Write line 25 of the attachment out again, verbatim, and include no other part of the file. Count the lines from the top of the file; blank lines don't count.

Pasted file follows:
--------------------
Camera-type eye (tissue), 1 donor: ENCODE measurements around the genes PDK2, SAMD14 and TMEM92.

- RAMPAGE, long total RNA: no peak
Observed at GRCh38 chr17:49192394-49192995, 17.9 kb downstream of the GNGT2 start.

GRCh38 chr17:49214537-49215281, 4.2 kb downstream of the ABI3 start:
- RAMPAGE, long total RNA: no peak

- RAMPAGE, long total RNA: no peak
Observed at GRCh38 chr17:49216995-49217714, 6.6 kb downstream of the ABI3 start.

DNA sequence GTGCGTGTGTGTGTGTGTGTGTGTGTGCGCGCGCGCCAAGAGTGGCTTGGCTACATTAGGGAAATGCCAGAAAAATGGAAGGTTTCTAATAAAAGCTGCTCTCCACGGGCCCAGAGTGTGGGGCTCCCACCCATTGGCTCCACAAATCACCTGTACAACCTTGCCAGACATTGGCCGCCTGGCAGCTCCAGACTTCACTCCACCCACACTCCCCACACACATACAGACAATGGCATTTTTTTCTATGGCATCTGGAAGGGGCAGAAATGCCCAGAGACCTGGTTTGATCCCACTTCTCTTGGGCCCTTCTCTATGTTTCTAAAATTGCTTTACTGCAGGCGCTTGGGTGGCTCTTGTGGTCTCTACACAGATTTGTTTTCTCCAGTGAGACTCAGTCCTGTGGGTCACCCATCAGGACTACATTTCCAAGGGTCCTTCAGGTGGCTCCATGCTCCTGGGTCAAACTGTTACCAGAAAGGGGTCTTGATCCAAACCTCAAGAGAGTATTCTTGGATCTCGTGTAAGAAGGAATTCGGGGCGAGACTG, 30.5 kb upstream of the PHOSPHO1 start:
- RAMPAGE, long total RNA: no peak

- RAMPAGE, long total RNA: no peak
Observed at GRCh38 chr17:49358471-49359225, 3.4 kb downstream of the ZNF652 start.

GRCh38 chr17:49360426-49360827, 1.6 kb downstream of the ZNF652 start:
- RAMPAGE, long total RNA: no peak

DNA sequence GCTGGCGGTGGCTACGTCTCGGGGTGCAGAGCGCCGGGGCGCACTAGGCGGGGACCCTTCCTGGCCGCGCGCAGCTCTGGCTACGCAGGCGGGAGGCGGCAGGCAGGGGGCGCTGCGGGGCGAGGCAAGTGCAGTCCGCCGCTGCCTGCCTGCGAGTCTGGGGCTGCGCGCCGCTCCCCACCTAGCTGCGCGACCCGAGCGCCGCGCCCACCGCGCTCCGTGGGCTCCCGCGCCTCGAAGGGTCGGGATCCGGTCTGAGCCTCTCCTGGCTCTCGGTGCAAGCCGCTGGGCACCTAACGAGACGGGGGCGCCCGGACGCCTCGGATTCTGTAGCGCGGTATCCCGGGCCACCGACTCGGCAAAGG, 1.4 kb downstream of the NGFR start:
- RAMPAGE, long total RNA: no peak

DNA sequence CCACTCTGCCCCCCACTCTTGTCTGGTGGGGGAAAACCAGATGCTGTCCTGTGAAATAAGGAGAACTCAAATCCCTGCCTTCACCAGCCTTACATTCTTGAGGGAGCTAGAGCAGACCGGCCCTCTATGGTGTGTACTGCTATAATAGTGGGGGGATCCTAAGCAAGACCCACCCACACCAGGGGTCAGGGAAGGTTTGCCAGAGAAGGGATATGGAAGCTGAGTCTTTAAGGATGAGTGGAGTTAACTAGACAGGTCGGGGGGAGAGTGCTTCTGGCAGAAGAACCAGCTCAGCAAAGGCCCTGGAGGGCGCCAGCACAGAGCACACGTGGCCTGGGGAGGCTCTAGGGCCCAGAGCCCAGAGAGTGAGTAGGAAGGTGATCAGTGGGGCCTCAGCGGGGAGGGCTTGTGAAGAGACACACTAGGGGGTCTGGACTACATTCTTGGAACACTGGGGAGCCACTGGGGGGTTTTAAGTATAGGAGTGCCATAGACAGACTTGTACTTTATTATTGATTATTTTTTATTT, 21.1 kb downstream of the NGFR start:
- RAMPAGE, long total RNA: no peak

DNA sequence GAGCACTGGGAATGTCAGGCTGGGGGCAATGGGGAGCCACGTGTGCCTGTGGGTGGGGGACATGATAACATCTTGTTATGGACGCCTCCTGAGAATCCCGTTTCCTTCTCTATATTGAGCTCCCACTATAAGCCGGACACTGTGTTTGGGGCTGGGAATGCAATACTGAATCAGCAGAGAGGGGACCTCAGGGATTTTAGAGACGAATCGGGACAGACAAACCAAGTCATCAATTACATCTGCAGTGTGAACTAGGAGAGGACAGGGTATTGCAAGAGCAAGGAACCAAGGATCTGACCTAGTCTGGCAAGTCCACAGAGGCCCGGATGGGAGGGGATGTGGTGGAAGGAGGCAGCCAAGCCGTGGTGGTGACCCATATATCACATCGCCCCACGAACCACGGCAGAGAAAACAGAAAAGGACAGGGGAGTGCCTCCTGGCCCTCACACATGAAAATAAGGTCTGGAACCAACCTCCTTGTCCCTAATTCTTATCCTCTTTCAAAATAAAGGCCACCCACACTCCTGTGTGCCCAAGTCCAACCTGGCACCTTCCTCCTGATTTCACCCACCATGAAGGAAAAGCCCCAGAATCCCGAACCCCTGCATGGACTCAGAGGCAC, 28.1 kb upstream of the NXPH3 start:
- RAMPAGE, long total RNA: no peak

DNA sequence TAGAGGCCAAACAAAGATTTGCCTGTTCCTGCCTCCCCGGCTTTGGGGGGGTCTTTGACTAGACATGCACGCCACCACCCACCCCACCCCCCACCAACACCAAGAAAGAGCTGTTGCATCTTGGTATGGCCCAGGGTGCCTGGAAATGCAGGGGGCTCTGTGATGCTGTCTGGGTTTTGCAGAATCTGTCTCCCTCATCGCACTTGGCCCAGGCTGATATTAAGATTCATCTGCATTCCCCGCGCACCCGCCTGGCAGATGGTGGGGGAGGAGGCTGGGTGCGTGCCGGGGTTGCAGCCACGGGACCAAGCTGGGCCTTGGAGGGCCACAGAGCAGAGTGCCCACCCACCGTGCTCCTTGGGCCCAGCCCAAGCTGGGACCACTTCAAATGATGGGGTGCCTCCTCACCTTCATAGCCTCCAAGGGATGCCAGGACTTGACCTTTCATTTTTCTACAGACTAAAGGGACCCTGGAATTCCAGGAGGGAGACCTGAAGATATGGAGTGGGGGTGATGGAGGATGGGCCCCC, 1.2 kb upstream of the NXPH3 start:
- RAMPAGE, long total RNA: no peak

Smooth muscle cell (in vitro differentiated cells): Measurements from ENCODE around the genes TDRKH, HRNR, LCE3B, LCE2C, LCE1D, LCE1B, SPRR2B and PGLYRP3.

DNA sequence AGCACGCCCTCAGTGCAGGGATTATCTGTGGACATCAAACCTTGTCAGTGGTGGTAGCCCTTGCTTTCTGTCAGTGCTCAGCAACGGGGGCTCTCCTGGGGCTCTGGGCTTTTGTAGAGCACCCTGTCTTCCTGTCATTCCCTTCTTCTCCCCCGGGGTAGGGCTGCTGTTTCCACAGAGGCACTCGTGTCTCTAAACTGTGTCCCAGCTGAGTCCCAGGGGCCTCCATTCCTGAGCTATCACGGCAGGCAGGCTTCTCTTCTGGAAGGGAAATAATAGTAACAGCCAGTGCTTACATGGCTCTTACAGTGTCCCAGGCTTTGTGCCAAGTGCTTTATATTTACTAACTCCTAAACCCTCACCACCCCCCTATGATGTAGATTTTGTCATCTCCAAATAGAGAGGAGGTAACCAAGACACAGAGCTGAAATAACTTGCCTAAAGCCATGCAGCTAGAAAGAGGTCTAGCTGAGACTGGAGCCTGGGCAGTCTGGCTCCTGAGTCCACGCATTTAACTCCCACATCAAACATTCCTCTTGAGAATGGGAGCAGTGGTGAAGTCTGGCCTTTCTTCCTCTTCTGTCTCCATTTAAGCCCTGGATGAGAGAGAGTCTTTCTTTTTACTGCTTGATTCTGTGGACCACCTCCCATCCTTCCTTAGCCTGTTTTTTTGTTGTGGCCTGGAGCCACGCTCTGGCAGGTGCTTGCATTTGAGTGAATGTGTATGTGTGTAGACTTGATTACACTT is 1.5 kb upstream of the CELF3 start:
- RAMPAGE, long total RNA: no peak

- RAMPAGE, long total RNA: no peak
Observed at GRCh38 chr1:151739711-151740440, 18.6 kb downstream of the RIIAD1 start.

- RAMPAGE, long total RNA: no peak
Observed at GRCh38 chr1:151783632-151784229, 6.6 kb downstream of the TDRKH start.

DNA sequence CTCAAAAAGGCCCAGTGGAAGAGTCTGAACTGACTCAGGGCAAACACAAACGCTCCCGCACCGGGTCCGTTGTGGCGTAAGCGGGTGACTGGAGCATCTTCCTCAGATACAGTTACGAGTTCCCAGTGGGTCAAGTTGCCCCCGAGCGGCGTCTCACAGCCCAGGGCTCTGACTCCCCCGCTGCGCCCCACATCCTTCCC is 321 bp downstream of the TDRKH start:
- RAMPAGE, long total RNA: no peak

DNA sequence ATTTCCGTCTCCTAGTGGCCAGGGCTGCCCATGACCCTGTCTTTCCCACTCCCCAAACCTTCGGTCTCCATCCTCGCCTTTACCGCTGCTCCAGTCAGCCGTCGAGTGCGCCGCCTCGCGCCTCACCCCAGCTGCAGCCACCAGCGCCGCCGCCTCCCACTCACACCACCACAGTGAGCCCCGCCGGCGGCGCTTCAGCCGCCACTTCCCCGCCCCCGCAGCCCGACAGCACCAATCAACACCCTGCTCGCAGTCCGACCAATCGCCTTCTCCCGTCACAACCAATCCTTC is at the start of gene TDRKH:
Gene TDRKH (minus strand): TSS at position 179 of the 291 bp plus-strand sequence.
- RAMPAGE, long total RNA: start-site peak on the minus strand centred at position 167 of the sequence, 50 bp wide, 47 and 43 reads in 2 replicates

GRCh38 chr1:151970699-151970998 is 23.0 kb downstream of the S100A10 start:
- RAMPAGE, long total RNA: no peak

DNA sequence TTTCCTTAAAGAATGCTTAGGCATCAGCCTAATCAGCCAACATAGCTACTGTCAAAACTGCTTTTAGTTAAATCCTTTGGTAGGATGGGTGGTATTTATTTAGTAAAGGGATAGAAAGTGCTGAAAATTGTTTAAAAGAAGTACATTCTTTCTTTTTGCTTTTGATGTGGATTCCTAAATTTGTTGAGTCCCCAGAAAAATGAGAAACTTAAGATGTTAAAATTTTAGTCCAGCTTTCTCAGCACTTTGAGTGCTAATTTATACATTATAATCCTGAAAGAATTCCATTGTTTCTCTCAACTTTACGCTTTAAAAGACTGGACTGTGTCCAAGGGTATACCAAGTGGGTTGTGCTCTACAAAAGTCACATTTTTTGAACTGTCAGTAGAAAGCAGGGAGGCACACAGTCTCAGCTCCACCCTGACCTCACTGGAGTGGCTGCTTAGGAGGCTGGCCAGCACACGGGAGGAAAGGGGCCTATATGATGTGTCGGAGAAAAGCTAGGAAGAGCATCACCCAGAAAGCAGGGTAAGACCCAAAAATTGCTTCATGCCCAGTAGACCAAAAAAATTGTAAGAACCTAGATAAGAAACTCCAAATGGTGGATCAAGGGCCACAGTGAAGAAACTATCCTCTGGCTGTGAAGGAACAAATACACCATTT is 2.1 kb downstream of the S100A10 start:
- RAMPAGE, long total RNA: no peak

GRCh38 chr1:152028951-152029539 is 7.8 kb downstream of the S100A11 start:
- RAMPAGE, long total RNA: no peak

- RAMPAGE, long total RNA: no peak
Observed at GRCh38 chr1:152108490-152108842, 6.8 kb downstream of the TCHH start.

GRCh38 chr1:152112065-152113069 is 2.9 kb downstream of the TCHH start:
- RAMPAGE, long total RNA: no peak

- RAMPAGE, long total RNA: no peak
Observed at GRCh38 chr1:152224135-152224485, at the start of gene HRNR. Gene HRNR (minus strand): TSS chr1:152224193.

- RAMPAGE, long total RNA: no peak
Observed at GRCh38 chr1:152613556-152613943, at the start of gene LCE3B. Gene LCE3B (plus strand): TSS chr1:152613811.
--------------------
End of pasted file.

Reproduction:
- RAMPAGE, long total RNA: no peak